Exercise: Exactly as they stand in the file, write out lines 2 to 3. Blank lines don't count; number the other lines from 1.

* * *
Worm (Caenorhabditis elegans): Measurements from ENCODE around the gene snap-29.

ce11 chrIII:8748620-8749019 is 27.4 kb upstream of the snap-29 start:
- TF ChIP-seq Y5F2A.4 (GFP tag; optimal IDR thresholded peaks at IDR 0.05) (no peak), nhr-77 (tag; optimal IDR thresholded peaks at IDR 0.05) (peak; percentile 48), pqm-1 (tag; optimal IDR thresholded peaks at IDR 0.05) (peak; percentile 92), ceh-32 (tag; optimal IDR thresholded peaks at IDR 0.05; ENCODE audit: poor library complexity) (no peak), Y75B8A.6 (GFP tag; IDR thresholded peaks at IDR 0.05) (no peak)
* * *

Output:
ce11 chrIII:8748620-8749019 is 27.4 kb upstream of the snap-29 start:
- TF ChIP-seq Y5F2A.4 (GFP tag; optimal IDR thresholded peaks at IDR 0.05) (no peak), nhr-77 (tag; optimal IDR thresholded peaks at IDR 0.05) (peak; percentile 48), pqm-1 (tag; optimal IDR thresholded peaks at IDR 0.05) (peak; percentile 92), ceh-32 (tag; optimal IDR thresholded peaks at IDR 0.05; ENCODE audit: poor library complexity) (no peak), Y75B8A.6 (GFP tag; IDR thresholded peaks at IDR 0.05) (no peak)